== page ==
Breathing Plays an Important Role


Here is the information on natural breathing reported by John Diamond, M.D., Past-President of the International Association of Preventative Medicine, in the Behavioral Kinesiology Report published by the Institute of Behavioral Kinesiology

This information is intended for your general knowledge only.
You must seek professional care for any specific condition and/or situation.

Recently I was consulted by a student who had persistent pain in his shoulder.  He was a man in his 5O's who performed a great deal of athletics.  He played tennis three or four times a week, and did strenuous exercises once or twice each day.  Like the four doctors he had consulted before me, I could not find a cause for the pain -- until I asked him to do his exercises in front of me.  It was then that I observed that he was holding his breath.  When he jogged up and down on the spot, he would hold his breath and then gulp in a breath.  There was no natural respiration, no rhythm to the breath -- what we have called the Respiratory Energy Spontaneous Pulsation (RESP).

As soon as he introduced correct breathing -- when he allowed unforced respiration to take precedence over all other aspects of physical activity -- then the pain completely disappeared.

The pain was caused by jamming the breath.  It is most important that every exercise activity be carried out with natural breathing.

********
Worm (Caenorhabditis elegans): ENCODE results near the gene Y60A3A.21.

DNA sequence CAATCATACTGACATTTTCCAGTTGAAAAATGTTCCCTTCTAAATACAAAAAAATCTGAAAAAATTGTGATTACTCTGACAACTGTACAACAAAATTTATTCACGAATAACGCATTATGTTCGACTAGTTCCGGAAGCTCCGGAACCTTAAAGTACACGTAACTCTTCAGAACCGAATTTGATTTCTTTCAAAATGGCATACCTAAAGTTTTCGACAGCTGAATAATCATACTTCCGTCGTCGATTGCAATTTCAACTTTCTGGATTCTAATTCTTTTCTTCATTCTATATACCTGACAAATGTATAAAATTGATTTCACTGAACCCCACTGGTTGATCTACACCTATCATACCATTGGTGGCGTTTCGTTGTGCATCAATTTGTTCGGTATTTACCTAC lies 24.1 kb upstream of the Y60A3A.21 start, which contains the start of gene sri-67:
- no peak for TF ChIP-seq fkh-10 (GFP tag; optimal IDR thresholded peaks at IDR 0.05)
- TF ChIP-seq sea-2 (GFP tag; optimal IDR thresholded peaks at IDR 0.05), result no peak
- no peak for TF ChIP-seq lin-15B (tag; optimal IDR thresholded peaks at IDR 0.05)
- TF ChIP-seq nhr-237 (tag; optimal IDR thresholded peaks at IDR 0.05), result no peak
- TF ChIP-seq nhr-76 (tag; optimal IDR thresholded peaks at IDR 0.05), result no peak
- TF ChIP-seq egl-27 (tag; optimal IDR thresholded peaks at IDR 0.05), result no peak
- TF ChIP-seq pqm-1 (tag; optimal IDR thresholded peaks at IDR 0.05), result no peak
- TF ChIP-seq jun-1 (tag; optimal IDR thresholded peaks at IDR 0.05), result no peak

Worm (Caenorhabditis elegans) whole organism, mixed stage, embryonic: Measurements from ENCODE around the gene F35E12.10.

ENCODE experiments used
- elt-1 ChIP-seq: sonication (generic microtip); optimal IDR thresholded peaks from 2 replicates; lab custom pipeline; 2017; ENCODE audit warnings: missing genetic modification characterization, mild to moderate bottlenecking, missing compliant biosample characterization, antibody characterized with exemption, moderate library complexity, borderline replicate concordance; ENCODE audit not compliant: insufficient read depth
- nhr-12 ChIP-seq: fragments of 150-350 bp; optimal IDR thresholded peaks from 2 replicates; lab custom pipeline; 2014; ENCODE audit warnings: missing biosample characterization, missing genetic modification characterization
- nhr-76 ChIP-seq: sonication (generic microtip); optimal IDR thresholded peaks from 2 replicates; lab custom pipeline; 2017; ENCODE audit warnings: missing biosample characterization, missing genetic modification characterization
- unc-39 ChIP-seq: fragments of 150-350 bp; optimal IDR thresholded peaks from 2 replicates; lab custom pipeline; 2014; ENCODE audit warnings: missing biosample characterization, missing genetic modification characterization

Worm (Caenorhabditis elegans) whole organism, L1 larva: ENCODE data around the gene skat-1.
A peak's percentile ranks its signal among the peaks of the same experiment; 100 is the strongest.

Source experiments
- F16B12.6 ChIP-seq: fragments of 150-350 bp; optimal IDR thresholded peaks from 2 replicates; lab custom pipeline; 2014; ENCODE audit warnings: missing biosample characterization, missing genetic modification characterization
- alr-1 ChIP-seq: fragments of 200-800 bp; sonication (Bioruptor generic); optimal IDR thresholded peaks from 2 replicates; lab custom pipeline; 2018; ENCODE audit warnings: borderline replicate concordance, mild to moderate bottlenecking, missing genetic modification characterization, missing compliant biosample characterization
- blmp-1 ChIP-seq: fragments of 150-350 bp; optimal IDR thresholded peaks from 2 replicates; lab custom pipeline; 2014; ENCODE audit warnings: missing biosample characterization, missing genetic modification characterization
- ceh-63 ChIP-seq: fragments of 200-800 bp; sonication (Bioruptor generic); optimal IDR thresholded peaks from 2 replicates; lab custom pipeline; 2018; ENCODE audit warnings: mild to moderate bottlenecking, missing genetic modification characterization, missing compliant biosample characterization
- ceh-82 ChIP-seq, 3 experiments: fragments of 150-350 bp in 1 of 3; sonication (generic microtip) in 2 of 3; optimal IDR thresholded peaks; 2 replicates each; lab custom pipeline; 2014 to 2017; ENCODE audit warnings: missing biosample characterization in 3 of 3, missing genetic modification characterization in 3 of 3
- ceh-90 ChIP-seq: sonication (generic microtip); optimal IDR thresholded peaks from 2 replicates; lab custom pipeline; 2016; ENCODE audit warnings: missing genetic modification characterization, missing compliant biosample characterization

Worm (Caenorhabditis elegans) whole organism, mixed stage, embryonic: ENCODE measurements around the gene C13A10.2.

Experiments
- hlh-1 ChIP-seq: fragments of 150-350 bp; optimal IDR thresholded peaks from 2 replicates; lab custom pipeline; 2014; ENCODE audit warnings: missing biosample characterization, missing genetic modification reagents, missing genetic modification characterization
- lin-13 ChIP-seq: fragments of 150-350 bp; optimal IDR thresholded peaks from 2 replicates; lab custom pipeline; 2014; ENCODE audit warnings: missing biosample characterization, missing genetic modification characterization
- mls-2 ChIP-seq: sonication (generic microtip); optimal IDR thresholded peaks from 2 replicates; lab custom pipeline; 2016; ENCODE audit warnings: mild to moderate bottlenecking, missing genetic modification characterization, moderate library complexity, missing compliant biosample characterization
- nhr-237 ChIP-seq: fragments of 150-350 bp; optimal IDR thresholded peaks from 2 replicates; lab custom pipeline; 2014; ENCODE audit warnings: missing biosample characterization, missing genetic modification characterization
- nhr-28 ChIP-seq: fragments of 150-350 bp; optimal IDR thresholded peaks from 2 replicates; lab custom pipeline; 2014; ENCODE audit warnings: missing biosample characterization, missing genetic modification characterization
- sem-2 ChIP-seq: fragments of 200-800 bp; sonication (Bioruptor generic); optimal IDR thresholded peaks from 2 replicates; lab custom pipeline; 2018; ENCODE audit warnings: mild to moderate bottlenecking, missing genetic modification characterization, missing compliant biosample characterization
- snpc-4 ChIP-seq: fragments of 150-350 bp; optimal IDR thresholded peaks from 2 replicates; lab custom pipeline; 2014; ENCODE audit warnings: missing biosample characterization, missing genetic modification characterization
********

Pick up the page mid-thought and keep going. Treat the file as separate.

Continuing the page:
Nothing is more important than unstressed, unforced, natural respiration.  The activity should be structured around the breath -- not, as is usually the case, the other way around.  We shouldn't take a breath when there is a pause in the activity; we should perform the activity when it fits in naturally with the flow of the breath.   And, this applies when speaking, playing music, walking, all activity.

You will find as you do this the brain somehow will naturally fit the activity into the expiratory cycle.  This is the time when we have maximum power.   You can easily see this demonstrated with the karate chop or when Jimmy Connors hits the tennis ball.

[Caution: Go slow. Attempting to fix your breathing style by taking in more oxygen than your body knows may cause hyperventilation. If this occurs, cup your hands lightly over your mouth (rather than look for a paper bag) and breathe in and out slowly. You can do this while sitting or standing, preferably sitting.]

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